Friday, August 8, 2008

Protesters to 'Raise the Roof' at Democratic Convention

Last March, Glenn Spagnuolo, of the radical recreate 68 protest coaltion, threatened Denver's Democratic Convention planners, saying, "When things blow up because the police have to enforce a permit that the Democrats got, don’t blame us for that..."

Now with the convention quickly approaching,
Democratic Party officials are working ferverishly to avoid conflict inside the halls of the meeting. Meanwhile, outside the convention, recreate 68 is hoping to "raise the roof" on the U.S Mint in Denver:

Convention protesters plan to raise the roof - and the rest of the United States Mint in Denver - later this month when the party convenes in Denver to nominate Sen. Barack Obama as its candidate for president.

Organizers of Recreate 68, which is affiliated with at least a dozen protest groups mobilizing for the DNC later this month, are planning to attempt a levitation of the U.S. Mint as a statement against the money being spent on the convention which activists feel would better be spent on the poor.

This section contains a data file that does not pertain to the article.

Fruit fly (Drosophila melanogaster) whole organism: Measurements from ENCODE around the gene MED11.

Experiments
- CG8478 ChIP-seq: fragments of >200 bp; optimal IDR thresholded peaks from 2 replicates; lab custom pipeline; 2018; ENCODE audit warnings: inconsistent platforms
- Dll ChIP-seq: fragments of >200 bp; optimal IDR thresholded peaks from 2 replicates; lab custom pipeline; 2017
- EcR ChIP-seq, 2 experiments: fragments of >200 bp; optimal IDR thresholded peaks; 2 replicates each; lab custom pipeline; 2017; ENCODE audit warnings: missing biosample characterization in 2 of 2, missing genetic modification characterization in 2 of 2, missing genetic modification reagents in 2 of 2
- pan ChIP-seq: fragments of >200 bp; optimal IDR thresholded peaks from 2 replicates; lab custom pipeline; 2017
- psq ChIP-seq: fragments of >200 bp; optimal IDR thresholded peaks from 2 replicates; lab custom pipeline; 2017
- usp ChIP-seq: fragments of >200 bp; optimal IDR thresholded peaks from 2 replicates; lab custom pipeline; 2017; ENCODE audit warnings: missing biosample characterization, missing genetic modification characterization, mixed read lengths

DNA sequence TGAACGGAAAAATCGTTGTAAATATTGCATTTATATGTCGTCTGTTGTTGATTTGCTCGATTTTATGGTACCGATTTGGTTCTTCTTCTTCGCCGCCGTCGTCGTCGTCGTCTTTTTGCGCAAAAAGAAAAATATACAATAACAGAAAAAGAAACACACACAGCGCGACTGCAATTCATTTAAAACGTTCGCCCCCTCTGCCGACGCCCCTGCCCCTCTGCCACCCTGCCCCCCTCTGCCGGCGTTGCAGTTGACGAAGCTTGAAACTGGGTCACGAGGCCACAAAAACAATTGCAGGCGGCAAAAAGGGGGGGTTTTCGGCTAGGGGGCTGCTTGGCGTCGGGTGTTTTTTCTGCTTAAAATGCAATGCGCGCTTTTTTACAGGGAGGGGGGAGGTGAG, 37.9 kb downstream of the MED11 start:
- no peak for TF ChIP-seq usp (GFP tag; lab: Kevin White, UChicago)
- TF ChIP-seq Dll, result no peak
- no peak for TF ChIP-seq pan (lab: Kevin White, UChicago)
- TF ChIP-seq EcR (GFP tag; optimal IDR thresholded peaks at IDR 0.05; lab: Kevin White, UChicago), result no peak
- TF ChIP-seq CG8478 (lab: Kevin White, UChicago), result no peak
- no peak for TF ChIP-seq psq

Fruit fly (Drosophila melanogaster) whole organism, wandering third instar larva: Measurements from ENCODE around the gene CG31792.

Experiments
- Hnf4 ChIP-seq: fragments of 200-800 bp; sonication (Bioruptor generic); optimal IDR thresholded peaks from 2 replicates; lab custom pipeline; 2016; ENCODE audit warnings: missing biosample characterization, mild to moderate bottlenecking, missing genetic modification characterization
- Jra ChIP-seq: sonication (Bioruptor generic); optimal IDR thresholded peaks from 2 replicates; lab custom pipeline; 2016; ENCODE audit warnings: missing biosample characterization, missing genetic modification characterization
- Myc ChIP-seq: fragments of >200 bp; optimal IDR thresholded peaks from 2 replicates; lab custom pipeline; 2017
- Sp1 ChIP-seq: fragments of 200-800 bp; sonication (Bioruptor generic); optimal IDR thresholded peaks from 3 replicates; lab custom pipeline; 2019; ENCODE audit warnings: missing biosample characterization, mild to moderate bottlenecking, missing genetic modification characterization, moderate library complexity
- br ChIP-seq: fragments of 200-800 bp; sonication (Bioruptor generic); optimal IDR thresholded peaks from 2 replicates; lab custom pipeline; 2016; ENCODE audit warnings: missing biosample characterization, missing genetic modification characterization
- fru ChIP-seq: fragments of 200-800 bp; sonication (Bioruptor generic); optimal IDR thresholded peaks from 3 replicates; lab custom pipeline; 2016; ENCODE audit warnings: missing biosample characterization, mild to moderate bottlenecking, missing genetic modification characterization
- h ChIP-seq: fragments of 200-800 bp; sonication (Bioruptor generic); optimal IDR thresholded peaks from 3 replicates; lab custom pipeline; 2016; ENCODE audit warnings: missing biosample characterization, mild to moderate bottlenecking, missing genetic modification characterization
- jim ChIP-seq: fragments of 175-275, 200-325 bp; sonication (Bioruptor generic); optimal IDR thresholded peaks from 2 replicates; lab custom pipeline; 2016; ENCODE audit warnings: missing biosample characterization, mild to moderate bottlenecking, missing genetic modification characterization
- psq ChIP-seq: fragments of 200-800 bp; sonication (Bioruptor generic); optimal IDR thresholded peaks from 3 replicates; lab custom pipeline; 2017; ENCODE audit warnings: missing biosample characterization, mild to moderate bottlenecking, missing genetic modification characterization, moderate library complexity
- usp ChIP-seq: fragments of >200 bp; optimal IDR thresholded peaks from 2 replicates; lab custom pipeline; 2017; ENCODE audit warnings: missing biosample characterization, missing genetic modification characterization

"It's time to redistribute the wealth," reads a statement at the Web site.

"Between security and corporate payoffs, the DNC will cost over 100 million dollars for a party. We think the people deserve that money."

The statement goes on to say, "Join us as we encircle the Denver Mint...and use our collective power to raise the Mint building in the air and shake the money out of it for the people."

The attempted levitation is set for 5 p.m. Aug. 25, the first full day of the four-day convention....

The planned raising of the Mint is not without precedent. Thousands of anti-war protesters during the Vietnam conflict, on Oct. 21, 1967, massed at the Pentagon and, under the anarchic leadership of Yuppies including Abbie Hoffman, Jerry Rubin and the poet Allen Ginsberg, attempted to levitate the nerve center of the American military in an effort "exorcise" the evil spirits they believed controlled it.

No reported levitation was observed by sober onlookers. But there was sporadic violence when some of the protesters managed briefly to get inside the facility, and there were a reported 680 arrests and some blood spilled before it was over.
The dates of the convention mark the anniversaries of Women's Equality Day and Martin Luther Luther King's "I Have a Dream Speech."

It's also the 41st anniversary of the "
Long Hot Summer" of deadly urban rioting across the nation, and the 40th anniversary of the assassinations of Martin Luther King and Robert F. Kennedy, which culimnated in the violent police crackdown at the Chicago Democratic Convention of 1968.

Let's hope this year protesters are satisfied with hippy-style levitiation.